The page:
Exhibit | September 29, 2021

Boston Athenæum Marks 700th Anniversary of Dante Alighieri

Gift, Yale University, 1976; bookplate of William Inglis Morse, father of Susan Morse Hilles, Boston Athenæum Trustee and benefactor

Detail from Comedia del divino Fiorentino Danthe Aleghieri (Brescia: Bonino Bonini, 1487).

Boston — The Athenæum presents highlights from its special collections related to Dante Alighieri, celebrating a major anniversary of one of the great poets of world literature. A superb selection of historic and rare books will be on public view through December 30, 2021 on the Boston Athenæum’s first floor.

This year marks the 700th anniversary of the death of Dante Alighieri (1265-1321), the Florentine poet, philosopher, and statesman whose pioneering epic, the Divine Comedy, written in vernacular Italian, stands as a classic of world literature.

Dante’s work has endured and inspired through centuries as the foundational achievement of Italian literature. The Athenæum began acquiring copies of works related to Dante as early as 1819. Rare, unusual, and beautiful holdings include medieval printed editions as well as present-day translations illustrated by Boston-area artists.

New, later hours—until 9 PM on Tuesday, Wednesday, and Thursday nights—enable visitors to stop in after work or dinner.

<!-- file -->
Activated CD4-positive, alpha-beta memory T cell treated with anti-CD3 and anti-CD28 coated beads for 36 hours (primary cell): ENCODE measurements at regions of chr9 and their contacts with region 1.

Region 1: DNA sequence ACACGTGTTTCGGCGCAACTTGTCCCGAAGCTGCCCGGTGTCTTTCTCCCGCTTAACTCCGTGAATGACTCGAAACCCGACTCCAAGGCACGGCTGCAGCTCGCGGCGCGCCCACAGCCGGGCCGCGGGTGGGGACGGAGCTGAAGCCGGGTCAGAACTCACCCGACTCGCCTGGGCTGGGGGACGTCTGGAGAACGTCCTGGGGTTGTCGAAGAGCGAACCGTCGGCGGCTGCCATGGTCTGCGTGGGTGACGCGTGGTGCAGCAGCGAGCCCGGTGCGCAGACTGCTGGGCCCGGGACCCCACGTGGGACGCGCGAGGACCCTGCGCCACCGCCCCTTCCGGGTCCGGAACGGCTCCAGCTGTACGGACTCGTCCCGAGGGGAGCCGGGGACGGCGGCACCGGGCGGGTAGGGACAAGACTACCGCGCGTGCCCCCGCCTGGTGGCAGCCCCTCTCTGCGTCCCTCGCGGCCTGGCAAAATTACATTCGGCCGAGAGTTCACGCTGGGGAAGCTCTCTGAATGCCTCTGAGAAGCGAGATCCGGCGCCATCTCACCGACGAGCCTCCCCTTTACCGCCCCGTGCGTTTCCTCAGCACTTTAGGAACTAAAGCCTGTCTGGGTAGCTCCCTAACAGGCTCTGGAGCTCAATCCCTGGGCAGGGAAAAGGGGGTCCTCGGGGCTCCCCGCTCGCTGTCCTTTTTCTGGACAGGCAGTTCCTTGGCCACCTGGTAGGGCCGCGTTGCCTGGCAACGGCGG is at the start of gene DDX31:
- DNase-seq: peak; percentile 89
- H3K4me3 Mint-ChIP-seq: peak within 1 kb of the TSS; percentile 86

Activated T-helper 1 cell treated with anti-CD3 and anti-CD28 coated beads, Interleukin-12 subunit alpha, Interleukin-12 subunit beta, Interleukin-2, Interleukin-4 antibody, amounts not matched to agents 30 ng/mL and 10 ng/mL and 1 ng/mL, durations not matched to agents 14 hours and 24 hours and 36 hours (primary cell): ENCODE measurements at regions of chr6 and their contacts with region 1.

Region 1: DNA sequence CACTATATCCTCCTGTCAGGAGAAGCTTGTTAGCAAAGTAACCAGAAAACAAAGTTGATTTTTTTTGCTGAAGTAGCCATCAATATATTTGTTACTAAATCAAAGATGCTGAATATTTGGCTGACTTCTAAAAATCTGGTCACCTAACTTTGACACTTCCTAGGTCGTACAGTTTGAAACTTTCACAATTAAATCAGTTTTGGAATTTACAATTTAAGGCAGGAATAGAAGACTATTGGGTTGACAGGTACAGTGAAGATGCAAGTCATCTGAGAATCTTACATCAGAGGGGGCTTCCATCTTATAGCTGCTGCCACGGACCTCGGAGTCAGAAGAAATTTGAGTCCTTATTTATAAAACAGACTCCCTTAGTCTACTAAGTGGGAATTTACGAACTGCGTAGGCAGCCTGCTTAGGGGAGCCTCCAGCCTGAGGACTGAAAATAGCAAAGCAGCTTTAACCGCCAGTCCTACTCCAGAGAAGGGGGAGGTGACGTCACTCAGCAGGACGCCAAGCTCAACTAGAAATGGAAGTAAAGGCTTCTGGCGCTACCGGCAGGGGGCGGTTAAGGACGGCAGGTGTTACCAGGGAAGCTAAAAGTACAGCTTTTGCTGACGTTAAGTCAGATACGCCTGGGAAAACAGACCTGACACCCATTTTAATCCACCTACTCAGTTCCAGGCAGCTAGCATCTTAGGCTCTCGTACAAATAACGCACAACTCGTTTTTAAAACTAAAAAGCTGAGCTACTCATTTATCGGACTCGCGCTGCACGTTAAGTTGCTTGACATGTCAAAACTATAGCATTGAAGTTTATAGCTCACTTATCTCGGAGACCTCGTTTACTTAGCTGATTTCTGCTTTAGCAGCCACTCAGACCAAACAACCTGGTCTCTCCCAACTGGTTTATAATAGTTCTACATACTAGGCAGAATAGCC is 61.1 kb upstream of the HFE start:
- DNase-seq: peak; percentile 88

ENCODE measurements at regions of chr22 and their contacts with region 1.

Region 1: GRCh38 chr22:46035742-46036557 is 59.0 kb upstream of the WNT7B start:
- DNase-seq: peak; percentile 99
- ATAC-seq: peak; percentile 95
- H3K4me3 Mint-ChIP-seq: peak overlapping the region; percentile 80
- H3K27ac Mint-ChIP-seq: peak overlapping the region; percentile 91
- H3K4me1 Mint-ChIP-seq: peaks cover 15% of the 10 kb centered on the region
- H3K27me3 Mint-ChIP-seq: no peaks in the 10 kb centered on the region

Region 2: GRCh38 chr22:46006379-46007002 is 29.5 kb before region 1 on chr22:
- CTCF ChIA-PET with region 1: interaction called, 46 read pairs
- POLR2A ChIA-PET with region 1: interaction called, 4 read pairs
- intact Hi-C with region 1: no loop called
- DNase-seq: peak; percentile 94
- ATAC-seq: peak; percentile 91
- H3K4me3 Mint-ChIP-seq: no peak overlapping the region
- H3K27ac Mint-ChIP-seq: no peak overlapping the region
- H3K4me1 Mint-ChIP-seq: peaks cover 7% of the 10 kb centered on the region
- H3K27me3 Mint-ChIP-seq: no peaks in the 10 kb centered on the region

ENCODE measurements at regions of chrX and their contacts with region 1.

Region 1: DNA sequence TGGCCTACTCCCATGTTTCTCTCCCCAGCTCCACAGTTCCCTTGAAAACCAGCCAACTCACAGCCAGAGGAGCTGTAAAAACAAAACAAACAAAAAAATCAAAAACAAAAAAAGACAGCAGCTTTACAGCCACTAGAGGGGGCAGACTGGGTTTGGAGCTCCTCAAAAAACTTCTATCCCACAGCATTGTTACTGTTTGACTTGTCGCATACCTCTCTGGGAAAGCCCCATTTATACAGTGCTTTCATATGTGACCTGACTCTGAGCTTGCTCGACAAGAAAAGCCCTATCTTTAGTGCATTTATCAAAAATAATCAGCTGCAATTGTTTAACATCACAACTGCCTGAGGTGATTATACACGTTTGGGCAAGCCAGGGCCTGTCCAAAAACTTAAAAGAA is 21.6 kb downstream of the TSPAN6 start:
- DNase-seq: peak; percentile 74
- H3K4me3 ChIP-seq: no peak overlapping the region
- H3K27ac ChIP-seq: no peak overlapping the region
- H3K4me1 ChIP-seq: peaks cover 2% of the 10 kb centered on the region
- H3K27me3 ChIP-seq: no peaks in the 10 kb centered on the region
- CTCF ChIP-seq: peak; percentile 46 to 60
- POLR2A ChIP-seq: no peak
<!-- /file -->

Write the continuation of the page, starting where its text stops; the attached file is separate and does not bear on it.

Highlights of the installation include:

    •    A 1487 illustrated edition of the Divine Comedy
    •    An inscribed 1793 first edition of engravings by British neoclassical artist John Flaxman (1755-1826), a gift of the Earl of Camperdown in 1934
    •    An 1843 volume, the first American translation of any portion of the Divine Comedy, by Boston Athenaeum Proprietor Thomas W. Parsons, Jr.
    •    An 1867 publication, the first complete American translation, by Boston Athenaeum Proprietor Henry Wadsworth Longfellow
    •    A letter from Longfellow to Elizabeth Chapman Lawrence, thanking her for the gift of fragments of Dante's coffin, which were displayed at the Boston Athenæum in 1872 and subsequently moved to their present location at Longfellow House
    •    From the early twentieth century, rare privately printed Dante translations by Charles Eliot Norton (1930; one of 30 copies) and Eleanor Vinton Murray (1920)
    •    Contemporary fine press illustrated editions by New England artists Roberta Delaney (1999; one of 15 copies) and Michael Mazur (2001; one of 25 bound copies; with translations by Robert Pinsky).

Dante in Boston is on view through December 30, 2021.